Quantity Prayer…by Adam Trambley

To me one of the most compelling, and indicting, quotes from the Rule of St. Benedict is in Chapter 18.  This chapter lays out which psalms are to be said at what times during the week.  The chapter ends with:

For those monastics show themselves too lazy in the service to which they are vowed, who chant less than the Psalter with the customary canticles in the course of the week, whereas we read that our holy Fathers, strenuously fulfilled that task in a single day.  May we, lukewarm as we are, perform it at least in a whole week!

Such a prayer challenge may seem well and good for 1500 years ago, but we might easily dismiss it as out of step with modern life.  After all, if we do both Morning and Evening Prayer according to the Episcopal lectionary, we get through the psalms every seven weeks.  But Christian Schwarz of Natural Church Development, in his very rigorous research on church health and growth, found that when church leaders prayed 90 minutes or more a day, their groups grew twice as often as those whose leaders prayed 30 minutes or less a day.  Prayer didn’t guarantee results, but people who took prayer seriously found whatever they were leading growing more often, whether a congregation, a Bible study, or an outreach project.  Really, this power in prayer shouldn’t surprise us.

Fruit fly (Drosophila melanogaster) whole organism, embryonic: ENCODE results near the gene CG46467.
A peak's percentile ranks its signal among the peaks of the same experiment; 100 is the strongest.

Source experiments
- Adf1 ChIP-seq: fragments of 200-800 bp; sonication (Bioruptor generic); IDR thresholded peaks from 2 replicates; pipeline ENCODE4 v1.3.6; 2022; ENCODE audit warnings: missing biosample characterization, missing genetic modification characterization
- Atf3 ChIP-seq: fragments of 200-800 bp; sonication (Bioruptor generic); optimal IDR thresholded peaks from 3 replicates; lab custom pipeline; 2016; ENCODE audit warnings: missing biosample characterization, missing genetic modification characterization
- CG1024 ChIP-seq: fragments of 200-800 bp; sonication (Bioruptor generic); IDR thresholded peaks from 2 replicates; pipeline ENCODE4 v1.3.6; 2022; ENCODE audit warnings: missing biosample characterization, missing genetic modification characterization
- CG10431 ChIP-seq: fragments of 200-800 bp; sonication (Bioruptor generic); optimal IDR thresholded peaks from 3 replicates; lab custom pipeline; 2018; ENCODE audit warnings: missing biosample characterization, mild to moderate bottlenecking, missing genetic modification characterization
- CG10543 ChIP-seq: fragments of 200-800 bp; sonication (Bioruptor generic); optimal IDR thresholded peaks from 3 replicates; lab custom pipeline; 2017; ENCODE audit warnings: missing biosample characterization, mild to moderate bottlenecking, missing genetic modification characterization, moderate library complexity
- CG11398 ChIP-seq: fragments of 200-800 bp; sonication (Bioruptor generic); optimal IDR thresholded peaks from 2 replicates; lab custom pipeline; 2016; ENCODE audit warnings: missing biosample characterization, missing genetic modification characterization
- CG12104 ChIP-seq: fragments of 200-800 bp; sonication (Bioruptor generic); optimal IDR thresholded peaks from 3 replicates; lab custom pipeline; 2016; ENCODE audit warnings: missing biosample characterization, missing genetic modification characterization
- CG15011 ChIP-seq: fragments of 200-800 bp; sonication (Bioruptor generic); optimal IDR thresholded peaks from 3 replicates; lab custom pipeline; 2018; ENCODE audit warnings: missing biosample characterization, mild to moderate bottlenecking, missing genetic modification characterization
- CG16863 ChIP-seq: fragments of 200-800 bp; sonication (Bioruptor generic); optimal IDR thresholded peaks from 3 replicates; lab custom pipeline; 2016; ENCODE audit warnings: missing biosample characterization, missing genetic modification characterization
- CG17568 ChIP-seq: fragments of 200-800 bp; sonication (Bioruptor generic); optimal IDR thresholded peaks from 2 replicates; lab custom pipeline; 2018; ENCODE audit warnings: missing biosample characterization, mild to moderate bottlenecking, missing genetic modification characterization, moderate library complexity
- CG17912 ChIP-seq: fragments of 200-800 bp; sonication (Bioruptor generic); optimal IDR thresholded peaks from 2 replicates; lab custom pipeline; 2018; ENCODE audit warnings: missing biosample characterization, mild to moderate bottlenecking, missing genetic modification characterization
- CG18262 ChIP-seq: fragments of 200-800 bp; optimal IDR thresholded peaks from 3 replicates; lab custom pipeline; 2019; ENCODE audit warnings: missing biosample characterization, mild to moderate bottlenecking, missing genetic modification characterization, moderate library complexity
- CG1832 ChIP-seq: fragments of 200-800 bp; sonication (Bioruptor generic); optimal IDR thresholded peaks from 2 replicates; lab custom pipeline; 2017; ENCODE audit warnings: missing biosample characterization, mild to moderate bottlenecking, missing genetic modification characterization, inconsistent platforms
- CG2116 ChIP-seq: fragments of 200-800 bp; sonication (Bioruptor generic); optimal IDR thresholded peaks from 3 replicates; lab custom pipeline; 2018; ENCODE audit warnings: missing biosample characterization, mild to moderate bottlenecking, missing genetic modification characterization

Benedictine monks were steeped daily in God’s promises found in the psalms, expressed in the language of deepest human emotion.  They were led to preserve Western learning, improve farming, and re-evangelize Europe.  If we harbor similar hopes for ourselves and our communities, our prayer life needs to have a similar quality and quantity.

We need to look at what we want to God to accomplish around us.  Turn around dying congregations.  Plant new churches.  Revitalize mainline denominations.  See the lame run, the blind see, and the good news preached to the poor.  Preach the gospel in Judea, Samaria and the ends of the earth, including the ends of the earth down the street from us.  With these dreams, we need to challenge ourselves honestly with the quantity and quality of prayer needed to open the floodgates of heaven, and be together with one another in prayer at that level.  As this prayer is happening in various communities, God is showing up and amazing things are happening.  May we, lukewarm as we are, do the same, and see God do more than we can ask or imagine in us, around us, and through us.